How Long Does It Take to Expunge a Case?
To understand how long it takes to expunge a case, let’s indulge in a fantasy. Imagine an American company makes Teddy Bears in an Orlando factory. The factory employs teenagers to sew the bears together and ship them out (unrealistic, because teenagers don’t work in factories, and we don’t have factories in Orlando, do we? No, cheesecakes don’t count).
At this imaginary factory, three employees do all the work. Cindy attaches the arms and legs. George attaches the eyes and ears. And, Bill puts the tag on, boxes up the bear, and ships bears to happy children everywhere.
How long does it take to make a teddy bear? That depends.
Let’s say you walk into this Teddy Bear factory and notice that Bill is sitting around twiddling his thumbs. He has no bears to bag and tag (as the coroners office would say). Why are there no bears to ship? Because George has 1,000 bears stacked up at his desk waiting for eyes and ears. It will take a week for George to catch up. This, my friends, is what we call a bottleneck. Now that we’ve refreshed your recollection of 9th grade economics, let’s dig deeper.
George’s backlog of a 1,000 bears points out the obvious: one weak link will slow down the whole chain of events. Lucky for us, every problem creates consultants devoted to solving such problems. In our example, expert bottleneck eliminators work under the guise of a “science” called the Theory of Constraints. These experts may tell our teddy bear factory to have Cindy stop her job of attaching legs and start helping George attach eyes & ears. After all, what’s the point of having Cindy add another bear to George’s 1,000 bear backlog? Or, they may have engineers redesign the teddy bear to make George’s eyes & ears process go more quickly. Either way, it’s inefficient to pay Bill to do nothing for a week as he waits for George to provide bears to ship.
Now, if you think private companies have processing problems, imagine asking the government to seal or expunge something.
Answering the question “how long does it take to expunge a case” is a lesson in bottlenecks. And, it’s bottlenecks all the way down.
An expunge involves three government agencies. In a perfect world, it would take one government entity a few days to expunge a case, but, adding a few more government agencies to the pot doesn’t mean it will take three times as long. It will take twenty times as long. We’re dealing with exponential inefficiency of the sorts only a government can concoct.
Side Note: this is similar to the Three Body Problem in physics, which states that science can calculate the movement of one isolated planet, and can even calculate what two planets will do–but once you have three masses acting on each other–we cannot calculate their exact movement. So, how did we get to the moon? I don’t know, but its hard to believe that physics has unsolvable stuff, right? Typically, unresolved problems are left to philosophy–but if you look at science really closely–you’ll discover all sorts of unsolvable problems. No certainty, just probabilities. Anyway, the same laws of physics found in the Three Body Problem apply to dealing with three government agencies. To understand why this is, I’ll distill the expunge process down to three easy steps, and identify each step’s time problems.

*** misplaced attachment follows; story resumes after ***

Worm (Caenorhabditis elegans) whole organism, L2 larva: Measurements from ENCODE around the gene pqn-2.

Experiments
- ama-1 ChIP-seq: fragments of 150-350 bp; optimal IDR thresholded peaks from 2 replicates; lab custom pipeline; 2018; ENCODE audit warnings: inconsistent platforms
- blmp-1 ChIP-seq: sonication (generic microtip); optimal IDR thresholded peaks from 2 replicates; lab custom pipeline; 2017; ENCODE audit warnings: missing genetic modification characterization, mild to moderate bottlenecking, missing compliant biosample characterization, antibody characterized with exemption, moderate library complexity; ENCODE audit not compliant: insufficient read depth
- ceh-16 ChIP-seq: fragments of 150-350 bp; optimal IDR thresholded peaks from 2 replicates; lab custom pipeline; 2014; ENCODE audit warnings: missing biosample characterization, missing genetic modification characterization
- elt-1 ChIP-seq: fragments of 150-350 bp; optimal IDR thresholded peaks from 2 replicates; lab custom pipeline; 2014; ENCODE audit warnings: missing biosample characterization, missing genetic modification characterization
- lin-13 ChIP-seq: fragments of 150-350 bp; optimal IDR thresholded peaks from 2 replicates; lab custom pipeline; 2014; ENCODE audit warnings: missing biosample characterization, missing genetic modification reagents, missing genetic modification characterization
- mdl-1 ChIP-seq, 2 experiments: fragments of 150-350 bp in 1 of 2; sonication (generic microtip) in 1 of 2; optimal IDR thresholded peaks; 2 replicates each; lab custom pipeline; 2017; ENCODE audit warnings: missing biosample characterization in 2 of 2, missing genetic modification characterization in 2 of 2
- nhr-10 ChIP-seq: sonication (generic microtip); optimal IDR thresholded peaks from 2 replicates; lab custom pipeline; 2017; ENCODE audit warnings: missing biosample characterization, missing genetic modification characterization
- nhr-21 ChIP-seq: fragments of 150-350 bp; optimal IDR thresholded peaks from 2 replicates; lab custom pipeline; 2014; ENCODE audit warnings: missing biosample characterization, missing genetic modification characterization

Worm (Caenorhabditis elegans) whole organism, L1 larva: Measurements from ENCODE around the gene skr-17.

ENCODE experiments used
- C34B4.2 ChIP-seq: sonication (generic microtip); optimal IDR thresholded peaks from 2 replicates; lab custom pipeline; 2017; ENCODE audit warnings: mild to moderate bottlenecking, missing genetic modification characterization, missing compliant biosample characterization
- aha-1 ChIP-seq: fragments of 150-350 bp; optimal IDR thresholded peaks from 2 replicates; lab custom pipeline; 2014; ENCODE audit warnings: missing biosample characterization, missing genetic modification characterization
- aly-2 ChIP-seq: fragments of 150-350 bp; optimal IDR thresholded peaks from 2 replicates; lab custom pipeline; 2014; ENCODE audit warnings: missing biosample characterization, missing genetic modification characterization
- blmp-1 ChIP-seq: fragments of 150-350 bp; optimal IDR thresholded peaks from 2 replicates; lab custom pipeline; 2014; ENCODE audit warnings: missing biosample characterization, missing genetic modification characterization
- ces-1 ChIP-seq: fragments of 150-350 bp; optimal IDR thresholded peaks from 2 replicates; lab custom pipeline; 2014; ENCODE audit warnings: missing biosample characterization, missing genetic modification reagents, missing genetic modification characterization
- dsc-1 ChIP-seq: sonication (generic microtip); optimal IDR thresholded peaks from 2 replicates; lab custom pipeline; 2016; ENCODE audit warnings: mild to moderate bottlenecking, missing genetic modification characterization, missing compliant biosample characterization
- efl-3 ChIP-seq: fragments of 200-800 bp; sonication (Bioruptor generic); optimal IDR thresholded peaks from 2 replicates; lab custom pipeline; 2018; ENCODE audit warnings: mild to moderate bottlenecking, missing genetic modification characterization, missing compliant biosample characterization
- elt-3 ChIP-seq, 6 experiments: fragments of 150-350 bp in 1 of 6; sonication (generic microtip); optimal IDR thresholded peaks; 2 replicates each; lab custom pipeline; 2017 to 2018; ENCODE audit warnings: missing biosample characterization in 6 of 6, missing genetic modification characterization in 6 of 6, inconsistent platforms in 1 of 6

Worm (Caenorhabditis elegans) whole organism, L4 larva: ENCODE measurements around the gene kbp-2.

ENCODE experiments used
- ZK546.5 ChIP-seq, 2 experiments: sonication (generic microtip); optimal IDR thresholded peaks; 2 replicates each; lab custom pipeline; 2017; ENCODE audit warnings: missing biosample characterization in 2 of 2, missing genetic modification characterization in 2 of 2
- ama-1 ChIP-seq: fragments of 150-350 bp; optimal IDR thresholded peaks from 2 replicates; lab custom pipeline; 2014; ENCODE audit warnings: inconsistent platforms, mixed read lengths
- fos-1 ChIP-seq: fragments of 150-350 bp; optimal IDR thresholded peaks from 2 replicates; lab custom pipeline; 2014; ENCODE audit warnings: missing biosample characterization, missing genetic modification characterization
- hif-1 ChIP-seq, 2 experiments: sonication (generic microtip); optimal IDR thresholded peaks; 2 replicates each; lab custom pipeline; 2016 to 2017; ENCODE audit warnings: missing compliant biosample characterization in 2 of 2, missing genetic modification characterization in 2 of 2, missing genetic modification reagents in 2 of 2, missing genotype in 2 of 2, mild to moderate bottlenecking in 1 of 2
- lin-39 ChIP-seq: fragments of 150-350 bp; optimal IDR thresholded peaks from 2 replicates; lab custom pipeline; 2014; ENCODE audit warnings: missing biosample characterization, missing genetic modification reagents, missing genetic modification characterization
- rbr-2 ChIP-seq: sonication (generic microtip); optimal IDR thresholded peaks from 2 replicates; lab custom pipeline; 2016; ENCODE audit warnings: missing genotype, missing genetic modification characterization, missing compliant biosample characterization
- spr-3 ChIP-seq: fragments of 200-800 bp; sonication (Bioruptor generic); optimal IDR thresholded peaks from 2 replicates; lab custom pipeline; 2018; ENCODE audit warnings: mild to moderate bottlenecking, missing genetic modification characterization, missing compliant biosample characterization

Step 1: The process starts with the State Attorney’s Office. They are required to sign off on the expunge application and without their signature–the process goes no where (you can seal without their signature, but not expunge). It can take several days to get their signature, or several months, but this is usually the shortest delay in the process. Figure two weeks on average to get the State to sign off. Once we have the State Attorney’s signature, we can move on to Step 2.
Step 2 involves the Florida Department of Law Enforcement (FDLE). These folks are found all over the State of Florida, but for expunge purposes, we’ve got to deal with their office in Tallahassee. FDLE examines the expunge application signed by the prosecutors, they examine the certified disposition issued at the end of the case, and they examine the criminal background of the person asking to have their record expunged. This snooping around can take three to five months all by itself. Yes, you heard me. Step 2 is our #1 bottleneck, and there’s no easy way to speed up FDLE (unfortunately).
Step 3 involves getting the judge to sign the Order Granting the expunge. We can’t do this until FDLE issues their Certificate of Eligibility from Step 2, but the certificate is obtained, our law firm files three important documents with the Clerk of Court, the prosecutor, and the Judge’s office. The expunge is almost complete. The only thing standing in our way is the judge. Some judges require a hearing in court, but most don’t. Either way, Step 3 can take days, weeks, or months–depending upon the judge. Some judges want the prosecutor’s input before granting the expunge, and getting the State’s response can take weeks or months. A few judges have grown tired of waiting for the State’s response, so they’ll impose an artificial deadline, giving them 30 days to respond to our Petition to Expunge. If the judge hears nothing in that time, the judge will go ahead and grant the expunge without a hearing.
So, if you add up the three steps outlined above, you’ll come up with a figure of 3 to 6 months. Six months is what I tell most people, just to be safe.
And yes, I believe my law firm is the fastest firm out there, so if some lawyer tells you an expunge or seal can be accomplished within a month or so–hang up on them. They’ve obviously never done this before.